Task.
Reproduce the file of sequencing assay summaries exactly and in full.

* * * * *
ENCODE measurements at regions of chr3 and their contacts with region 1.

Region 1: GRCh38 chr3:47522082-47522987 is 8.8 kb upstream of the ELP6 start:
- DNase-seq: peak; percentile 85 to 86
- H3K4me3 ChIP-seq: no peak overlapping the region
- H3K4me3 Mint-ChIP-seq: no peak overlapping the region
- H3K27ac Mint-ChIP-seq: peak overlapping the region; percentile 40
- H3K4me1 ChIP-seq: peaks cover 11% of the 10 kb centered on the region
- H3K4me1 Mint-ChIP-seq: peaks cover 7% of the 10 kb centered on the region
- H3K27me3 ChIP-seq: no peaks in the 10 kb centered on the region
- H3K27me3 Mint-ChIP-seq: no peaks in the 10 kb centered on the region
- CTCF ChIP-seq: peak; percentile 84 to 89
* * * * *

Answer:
ENCODE measurements at regions of chr3 and their contacts with region 1.

Region 1: GRCh38 chr3:47522082-47522987 is 8.8 kb upstream of the ELP6 start:
- DNase-seq: peak; percentile 85 to 86
- H3K4me3 ChIP-seq: no peak overlapping the region
- H3K4me3 Mint-ChIP-seq: no peak overlapping the region
- H3K27ac Mint-ChIP-seq: peak overlapping the region; percentile 40
- H3K4me1 ChIP-seq: peaks cover 11% of the 10 kb centered on the region
- H3K4me1 Mint-ChIP-seq: peaks cover 7% of the 10 kb centered on the region
- H3K27me3 ChIP-seq: no peaks in the 10 kb centered on the region
- H3K27me3 Mint-ChIP-seq: no peaks in the 10 kb centered on the region
- CTCF ChIP-seq: peak; percentile 84 to 89